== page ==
Cheat-Seeking Missles

Wednesday, October 24, 2007


Yesterday evening, as I was getting the mail and breathing some of the smoke you see in this NASA photo, my neighbor of 16 years P. walked by with her dog Paris (named long, long before anyone had ever heard of Paris Hilton).

"How are you?" she asked.

"Nervous," I replied. I had just driven home and was shocked to see how far south (towards us) the Santiago Canyon fire had spread. It had jumped out of its namesake canyon and had burned Modjeska and Silverado Canyons, and was now burning in our direction along the face of Saddleback Mountain, less than 10 miles from our home.

Meanwhile, an ominous gray cloud completely smothered the entire southern sky, evidence that the new fire in Camp Pendleton was spreading badly.

Here's the Santiago Canyon fire map as of this morning (click to enlarge). Our home is in Coto de Caza, south-south-east of the fire. That big blob of dark green you see just to the right of us is a wilderness park (i.e., dry coastal sage scrub up the wazoo) and the light green to the east of that is the Cleveland National Forest (i.e., much more of the same).

Coastal sage scrub is an oily plant that explodes into flame when fires hit it, so you can see why any further southern movement of the already terribly destructive Santiago Canyon fire is very worrying.

Just off the map to the south is Camp Pendleton, where the OC Register reports today:
While firefighters battled the Santiago fire overnight, another blaze swept across Camp Pendleton just south of the Orange County line. Flames lapped on both sides of the I-5 freeway, forcing officials to close down the thoroughfare in both directions shortly after 2 a.m. from Cristianitos Road to Harbor Drive, according to California Highway Patrol.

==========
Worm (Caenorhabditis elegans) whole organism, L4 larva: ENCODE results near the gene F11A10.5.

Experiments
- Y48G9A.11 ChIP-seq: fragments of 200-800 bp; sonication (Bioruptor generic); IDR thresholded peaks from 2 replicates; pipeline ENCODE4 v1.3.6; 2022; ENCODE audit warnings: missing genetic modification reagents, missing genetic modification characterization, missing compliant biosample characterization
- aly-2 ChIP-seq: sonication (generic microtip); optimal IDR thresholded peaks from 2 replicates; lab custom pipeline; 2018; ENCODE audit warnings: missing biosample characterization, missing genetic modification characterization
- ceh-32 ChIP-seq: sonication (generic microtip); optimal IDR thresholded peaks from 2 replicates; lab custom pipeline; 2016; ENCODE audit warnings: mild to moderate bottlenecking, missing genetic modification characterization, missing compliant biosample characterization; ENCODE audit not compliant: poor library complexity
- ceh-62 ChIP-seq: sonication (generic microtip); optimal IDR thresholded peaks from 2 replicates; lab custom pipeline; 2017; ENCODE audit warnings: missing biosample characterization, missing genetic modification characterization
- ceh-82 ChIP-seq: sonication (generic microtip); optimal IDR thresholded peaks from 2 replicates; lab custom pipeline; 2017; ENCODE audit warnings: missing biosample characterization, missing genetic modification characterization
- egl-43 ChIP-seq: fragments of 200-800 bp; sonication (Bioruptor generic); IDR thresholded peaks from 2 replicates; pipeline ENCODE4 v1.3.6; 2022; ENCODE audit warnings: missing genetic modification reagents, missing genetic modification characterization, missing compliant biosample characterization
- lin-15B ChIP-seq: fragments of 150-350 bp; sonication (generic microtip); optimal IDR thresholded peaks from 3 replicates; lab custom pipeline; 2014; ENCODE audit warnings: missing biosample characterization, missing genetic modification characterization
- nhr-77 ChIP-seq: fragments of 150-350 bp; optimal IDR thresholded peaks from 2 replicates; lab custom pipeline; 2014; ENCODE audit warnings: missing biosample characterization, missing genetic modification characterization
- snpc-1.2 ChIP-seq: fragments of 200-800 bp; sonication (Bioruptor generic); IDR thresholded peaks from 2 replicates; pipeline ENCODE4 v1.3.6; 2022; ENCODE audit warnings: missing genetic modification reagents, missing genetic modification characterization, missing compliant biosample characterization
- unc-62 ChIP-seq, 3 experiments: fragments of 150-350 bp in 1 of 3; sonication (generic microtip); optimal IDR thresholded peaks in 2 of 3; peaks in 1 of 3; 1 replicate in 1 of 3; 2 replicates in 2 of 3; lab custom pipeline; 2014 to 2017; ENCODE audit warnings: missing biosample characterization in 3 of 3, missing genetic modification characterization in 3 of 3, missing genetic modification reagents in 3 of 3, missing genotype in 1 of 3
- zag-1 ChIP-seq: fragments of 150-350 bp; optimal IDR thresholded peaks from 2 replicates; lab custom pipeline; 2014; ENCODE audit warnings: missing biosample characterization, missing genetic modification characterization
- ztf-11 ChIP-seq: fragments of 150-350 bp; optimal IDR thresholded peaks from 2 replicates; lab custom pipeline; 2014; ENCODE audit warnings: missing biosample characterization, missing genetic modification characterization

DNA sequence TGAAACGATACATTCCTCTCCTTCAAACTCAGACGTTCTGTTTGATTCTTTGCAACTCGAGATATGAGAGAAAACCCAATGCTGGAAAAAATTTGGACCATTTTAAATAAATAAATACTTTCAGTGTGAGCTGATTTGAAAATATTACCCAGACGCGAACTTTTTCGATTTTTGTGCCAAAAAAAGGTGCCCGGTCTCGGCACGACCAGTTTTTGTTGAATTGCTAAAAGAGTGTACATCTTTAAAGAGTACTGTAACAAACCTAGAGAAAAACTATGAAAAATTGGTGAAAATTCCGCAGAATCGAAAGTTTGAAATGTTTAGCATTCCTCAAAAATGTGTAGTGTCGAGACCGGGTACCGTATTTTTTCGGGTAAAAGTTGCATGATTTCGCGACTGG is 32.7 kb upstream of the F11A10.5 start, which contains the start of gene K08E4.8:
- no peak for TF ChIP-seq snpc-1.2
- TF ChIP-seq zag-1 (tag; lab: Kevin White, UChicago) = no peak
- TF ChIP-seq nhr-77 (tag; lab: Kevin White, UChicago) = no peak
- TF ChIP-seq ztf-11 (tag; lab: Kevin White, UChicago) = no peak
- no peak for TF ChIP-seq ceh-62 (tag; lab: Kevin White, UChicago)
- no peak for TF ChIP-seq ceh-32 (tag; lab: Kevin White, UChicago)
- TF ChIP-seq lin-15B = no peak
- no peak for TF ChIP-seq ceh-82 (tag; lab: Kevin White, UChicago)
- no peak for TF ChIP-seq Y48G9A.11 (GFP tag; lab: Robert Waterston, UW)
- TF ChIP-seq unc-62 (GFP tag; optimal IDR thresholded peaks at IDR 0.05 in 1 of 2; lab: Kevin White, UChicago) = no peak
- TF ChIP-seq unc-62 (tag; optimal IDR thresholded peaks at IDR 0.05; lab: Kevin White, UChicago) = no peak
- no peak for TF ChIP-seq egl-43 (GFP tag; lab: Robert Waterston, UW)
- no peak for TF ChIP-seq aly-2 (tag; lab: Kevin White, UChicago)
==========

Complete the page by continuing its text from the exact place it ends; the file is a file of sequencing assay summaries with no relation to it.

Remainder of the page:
"It's not looking good right now," said Camp Pendleton Fire Inspector Bill Gick. "For the morning commute, you can forget about it. The freeway is closed."
To the north of Pendleton, thousands of acres of coastal sage scrub spread across Rancho Mission Viejo, an old Spanish land grant recently approved for the development of 14,000 new houses, and tie into that same wilderness park to the east of my home.

So we're praying that the fire to the north and the fire to the south don't join. If they do, there's about 100 yards of houses -- four or five rows -- between us and the parched wildlands beyond. I don't know what I'm asking for when I ask for your "thoughts," but I do know what I'm asking when I ask for your prayers, and I'm asking for them. Not for us, but for everyone throughout SoCal who has to answer "nervous" when asked how they're feeling.

All images courtesy of OC Register.

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